Here it is evident that the founder did not consider “gentleness” to be “softness” or “yielding” as the entire makeup of the principle of Judo. He indicates that still another facet is inherent, by continuing:
Sometimes a person takes hold of his opponent’s wrist. How can someone possibly release himself without using strength against his opponent’s grip? The same thing can be asked when somebody is seized from behind around his shoulders by an assailant. If thus, the principle of giving way cannot cover all the methods used in Jujutsu (Judo) contests, is there any principle which really covers the whole field? Yes, there is; there is one principle which consistently emerges: In any form of attack, to attain our objective we must make the best use of our mental energy and physical strength. This is also true in defense.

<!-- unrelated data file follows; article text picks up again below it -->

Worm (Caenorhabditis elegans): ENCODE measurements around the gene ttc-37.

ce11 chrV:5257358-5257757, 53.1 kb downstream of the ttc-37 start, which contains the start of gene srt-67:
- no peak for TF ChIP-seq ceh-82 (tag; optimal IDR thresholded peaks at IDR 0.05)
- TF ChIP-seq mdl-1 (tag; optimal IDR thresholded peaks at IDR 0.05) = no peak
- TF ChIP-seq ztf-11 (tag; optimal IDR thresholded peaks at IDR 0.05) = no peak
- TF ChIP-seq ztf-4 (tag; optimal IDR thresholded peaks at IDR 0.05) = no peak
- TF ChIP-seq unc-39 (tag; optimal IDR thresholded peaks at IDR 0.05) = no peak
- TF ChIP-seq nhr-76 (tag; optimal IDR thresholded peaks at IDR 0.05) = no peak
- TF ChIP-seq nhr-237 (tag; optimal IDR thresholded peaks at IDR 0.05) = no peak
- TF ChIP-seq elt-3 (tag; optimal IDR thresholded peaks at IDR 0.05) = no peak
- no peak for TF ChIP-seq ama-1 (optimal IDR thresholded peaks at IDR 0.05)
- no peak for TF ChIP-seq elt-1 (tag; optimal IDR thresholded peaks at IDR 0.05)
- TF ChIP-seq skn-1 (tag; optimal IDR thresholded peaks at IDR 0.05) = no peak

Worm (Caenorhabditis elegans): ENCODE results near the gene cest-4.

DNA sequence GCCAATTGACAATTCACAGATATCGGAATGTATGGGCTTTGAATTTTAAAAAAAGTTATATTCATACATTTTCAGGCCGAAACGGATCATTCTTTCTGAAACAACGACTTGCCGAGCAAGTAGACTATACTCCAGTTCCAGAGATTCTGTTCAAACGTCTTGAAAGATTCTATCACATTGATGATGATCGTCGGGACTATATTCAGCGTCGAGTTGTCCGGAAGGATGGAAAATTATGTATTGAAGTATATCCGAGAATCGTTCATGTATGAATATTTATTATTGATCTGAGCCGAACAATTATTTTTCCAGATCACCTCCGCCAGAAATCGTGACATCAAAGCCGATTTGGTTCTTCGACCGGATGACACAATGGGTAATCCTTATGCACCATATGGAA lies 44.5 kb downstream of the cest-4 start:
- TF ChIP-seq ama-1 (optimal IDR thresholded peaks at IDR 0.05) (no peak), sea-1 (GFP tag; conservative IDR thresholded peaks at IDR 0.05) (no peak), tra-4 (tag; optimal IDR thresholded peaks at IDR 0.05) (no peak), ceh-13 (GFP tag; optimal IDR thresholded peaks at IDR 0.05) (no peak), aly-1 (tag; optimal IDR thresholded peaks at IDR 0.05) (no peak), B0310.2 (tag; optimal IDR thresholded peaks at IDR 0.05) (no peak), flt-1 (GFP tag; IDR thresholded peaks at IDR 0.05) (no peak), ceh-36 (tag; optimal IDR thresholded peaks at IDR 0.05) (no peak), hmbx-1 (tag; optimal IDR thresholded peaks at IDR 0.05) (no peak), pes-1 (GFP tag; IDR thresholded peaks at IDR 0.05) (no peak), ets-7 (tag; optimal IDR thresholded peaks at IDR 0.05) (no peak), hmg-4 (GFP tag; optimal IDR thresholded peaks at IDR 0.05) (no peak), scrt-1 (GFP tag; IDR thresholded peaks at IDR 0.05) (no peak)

It is now clear that the founder recognized the necessity of using strength to overcome some forms of resistance and included resistance itself within the principle of Judo. It is not the factor of strength that Dr. Kano opposed, but its misuse. Ju, in the principle of Judo, stresses flexibility in change or the adapting to any situation and economizing mental and physical energies
Perhaps a better interpretation of ju would have been “flexible” or “flexibility”; although these too, tend to narrow the tone. Yet, they seem to approach more closely the founder’s idea of ju.